Dogs and Postal Carriers?

Has anyone else had this problem? I live in an upstairs residential apartment (4-plex). I have a 12 lb Boston Terrier (11 months), and my upstairs neighbor has a 70lb Boxer (2 years). The dogs are confined to our apartments except when we are both home. We then open our front doors which face each other, about 15′ apart, and the dogs run back and forth.

Recently (all last week), none of my neighbors and I received our mail. When I went to the post office to inquire, I was told that it was because of the dogs. On the back of one of my letters, the carrier wrote "Bull Bog (boxer), 55lbs, Small black dog, 8 1/2 lb ‘DOGS CAN GO ANYWHERE!!’ "

In calling the post office, they informed me of the mail not being delivered due to the dogs. Mind you, the dogs are upstairs, and BOTH have been trained to NOT go down the stairs.

How have any of you dealt with a similar situation?
PS – I found it interesting that the postal carrier can identify a breed of a dog, but can’t tell when one is happy, wagging it’s tail, and it’s tongue hanging out, versus a dog growling and showing it’s teeth as if it’s ready to attack.
@Bozema – Would putting up a gate at the top of the stairs really work? If we put up a baby gate, if the dogs ‘truly’ wanted to, they could jump over that. Don’t see how a gate would solve the issue, unless it fits the USPS policy of being enclosed… stupid policy, but that’s the Gov’t working for ya’ (oh, and our postal carrier is a total a s s.)
The mail is delivered in the afternoon while my neighbor and I are BOTH at work (and the dogs are in the apt). On this one day, one time, were the dogs out playing, and we (my neighbor and I) were in the 15′ foot space carrying on a conversation when the postal carrier came.
@postal p – my neighbor rides horses, and he’s out there with them for several hours in the morning when they ride. The boxer is sleeping the rest of the afternoon – don’t judge ’till you know the entire story.

I’m asking for HELP! ie: WHAT DID YOU DO, not for criticism and sarcasm!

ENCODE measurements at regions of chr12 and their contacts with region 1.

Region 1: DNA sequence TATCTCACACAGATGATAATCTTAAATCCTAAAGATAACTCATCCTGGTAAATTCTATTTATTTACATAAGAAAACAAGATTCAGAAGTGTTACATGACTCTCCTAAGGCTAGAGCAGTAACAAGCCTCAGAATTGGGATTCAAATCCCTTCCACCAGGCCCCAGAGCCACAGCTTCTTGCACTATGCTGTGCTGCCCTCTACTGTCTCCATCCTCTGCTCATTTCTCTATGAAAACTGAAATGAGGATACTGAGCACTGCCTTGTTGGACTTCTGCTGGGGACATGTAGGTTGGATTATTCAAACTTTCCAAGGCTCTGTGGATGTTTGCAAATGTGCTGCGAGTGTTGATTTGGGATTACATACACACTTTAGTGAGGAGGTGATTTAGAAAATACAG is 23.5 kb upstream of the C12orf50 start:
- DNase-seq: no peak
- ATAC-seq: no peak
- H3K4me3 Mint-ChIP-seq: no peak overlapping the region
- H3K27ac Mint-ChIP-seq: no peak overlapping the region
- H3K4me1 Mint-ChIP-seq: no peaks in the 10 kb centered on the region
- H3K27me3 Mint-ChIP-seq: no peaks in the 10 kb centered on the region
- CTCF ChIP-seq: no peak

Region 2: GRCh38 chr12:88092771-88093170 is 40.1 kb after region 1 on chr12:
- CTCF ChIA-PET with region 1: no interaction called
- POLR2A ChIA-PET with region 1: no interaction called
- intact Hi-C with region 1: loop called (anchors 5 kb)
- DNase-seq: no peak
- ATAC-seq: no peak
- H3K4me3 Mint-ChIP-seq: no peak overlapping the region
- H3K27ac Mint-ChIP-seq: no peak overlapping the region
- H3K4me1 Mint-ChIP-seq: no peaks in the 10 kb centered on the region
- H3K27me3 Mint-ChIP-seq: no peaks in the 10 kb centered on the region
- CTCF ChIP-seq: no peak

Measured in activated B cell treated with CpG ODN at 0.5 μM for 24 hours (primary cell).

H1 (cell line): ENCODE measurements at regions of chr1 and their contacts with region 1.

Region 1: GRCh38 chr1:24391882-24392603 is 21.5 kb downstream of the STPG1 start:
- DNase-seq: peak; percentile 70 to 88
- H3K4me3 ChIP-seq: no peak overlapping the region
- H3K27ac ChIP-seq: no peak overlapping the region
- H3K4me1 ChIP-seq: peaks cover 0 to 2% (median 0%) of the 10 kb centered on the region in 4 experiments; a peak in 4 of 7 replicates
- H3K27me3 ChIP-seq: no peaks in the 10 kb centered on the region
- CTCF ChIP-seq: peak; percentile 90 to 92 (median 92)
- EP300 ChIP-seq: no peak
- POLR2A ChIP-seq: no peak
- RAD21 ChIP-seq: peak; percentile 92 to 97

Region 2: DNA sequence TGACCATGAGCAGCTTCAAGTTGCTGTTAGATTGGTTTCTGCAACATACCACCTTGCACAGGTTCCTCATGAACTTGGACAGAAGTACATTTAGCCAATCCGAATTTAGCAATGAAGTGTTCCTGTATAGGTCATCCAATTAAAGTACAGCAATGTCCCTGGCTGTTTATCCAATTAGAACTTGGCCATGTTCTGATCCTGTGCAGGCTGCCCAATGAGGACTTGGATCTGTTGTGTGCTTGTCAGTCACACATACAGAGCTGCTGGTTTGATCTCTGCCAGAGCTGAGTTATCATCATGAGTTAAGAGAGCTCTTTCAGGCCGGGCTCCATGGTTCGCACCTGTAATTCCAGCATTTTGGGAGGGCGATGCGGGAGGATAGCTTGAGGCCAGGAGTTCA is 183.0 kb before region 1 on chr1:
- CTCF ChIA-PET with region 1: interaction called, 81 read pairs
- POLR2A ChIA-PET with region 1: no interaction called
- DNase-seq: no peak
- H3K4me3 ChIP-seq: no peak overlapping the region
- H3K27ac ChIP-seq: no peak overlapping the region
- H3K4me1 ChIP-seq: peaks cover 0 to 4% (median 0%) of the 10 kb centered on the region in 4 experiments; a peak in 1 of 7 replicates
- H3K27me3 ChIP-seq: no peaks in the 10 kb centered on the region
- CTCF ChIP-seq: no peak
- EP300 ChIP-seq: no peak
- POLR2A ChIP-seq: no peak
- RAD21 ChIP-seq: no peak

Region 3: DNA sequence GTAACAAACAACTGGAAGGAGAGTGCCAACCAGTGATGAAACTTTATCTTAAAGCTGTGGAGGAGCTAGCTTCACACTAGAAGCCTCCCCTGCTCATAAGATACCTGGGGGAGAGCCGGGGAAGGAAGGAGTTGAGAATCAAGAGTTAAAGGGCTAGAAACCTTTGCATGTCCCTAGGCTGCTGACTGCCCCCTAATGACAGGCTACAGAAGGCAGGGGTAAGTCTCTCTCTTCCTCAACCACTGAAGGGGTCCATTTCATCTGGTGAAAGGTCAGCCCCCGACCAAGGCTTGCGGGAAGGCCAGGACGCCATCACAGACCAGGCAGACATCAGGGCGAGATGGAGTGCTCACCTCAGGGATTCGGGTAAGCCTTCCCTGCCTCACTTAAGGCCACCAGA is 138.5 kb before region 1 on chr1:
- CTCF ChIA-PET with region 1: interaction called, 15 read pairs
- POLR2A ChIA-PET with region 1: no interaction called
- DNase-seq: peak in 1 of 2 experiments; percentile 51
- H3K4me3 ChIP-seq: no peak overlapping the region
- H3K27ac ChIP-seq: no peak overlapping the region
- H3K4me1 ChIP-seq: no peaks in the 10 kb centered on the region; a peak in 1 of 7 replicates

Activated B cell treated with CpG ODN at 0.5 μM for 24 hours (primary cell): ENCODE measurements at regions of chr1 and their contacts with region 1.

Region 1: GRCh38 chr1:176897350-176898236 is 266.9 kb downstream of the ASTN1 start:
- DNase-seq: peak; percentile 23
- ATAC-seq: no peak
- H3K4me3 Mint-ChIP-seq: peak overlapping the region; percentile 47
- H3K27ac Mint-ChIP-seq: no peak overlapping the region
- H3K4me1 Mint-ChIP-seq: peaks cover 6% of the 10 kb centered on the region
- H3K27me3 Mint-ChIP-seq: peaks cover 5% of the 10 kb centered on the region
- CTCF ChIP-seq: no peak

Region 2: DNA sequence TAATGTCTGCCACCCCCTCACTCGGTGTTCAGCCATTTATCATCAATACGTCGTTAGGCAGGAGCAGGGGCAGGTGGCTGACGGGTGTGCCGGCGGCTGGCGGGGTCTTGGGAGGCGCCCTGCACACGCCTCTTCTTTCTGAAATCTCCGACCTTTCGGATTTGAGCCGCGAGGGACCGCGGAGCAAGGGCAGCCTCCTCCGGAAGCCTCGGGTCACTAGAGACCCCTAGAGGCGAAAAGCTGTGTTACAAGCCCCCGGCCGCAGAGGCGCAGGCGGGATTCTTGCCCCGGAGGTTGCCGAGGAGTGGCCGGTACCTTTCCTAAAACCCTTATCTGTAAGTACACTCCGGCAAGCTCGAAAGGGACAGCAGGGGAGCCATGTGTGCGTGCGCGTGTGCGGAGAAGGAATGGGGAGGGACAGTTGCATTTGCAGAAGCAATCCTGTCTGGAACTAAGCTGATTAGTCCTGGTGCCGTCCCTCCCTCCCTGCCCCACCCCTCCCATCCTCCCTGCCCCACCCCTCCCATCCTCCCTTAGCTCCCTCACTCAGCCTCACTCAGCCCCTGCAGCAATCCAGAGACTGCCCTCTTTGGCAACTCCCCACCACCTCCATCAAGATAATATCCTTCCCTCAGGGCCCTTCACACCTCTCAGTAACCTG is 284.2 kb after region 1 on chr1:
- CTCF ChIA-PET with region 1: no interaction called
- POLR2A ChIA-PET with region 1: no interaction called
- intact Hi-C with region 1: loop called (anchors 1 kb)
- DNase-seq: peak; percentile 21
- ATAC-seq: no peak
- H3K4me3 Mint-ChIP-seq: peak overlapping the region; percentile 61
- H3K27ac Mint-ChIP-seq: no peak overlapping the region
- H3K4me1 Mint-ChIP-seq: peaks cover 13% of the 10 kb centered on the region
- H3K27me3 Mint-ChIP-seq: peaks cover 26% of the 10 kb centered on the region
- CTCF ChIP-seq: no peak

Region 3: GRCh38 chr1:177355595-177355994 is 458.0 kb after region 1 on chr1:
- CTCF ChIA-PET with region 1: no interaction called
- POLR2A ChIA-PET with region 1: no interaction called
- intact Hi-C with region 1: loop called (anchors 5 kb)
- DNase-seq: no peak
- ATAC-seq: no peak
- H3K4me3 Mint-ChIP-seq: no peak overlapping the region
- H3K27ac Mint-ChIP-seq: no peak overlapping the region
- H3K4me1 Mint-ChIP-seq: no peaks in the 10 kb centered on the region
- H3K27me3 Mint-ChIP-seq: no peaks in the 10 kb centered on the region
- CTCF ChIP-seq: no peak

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6 Responses to “Dogs and Postal Carriers?”

  1. postal p says:

    They are just following regulations. I’ve been carrying mail for over 35 years, and I wish I kept count of how many guys have been bitten by nice dogs. My dog wouldn’t harm anyone, as they have a death grip on your leg. Is the substitute carrier suppose to know your dogs are wonderful too? I’m sure your neighbors are happy to get no mail because you let your dogs run loose. I feel sorry for that boxer, stuck in that apartment. You two are real beauties.

  2. Waggingtail says:

    They can do what they want, if they don’t want to deliver mail where there is a dog that worries them, they don’t have to. Don’t like it? Then don’t let your dogs run free.

  3. lyndsay c says:

    Easy answer.. Just keep your dog in the house when the mail is being delivered?? If I were a mail carrier and I saw 2 dogs just roaming around at their own free will, I’d be hesitant to deliver the mail too. Dogs are capeable of attacking at ANY given time for no reason.. From the sweetest little poodle on up to a rottweiler or pit bull.

  4. mommyto3rugrats says:

    I know that some places its a post office rule. I guess they are just tired of too many carries being bitten and they just arent chancing it. I have a friend whos dog was fenced and the mail man wouldnt give them their mail, but that one was an @ss!

  5. sammy1980 says:

    Postal Carriers are not allowed to deliver mail if a dog is loose or even on a lead in the yard. My mailman told me this one day when he dropped off my mail, while I was sitting on my porch with my dog on a lead. He delivered my mail anyway because she didn’t even look up when he approached. But he told me normally he isn’t supposed to, because of USPS policies.

  6. Bozema says:

    It’s at the carrier’s discretion whether or not they feel safe entering an area to deliver mail where there are loose dogs. If the carrier felt uncomfortable with the situation, they can refuse to deliver. They have no way of knowing the dogs are trained to stay upstairs and sometimes its hard to tell if the dogs will be friendly if the carrier enters their space.

    You’ll need to keep them confined at mail delivery time or put up a gate so the dogs are confined to upstairs.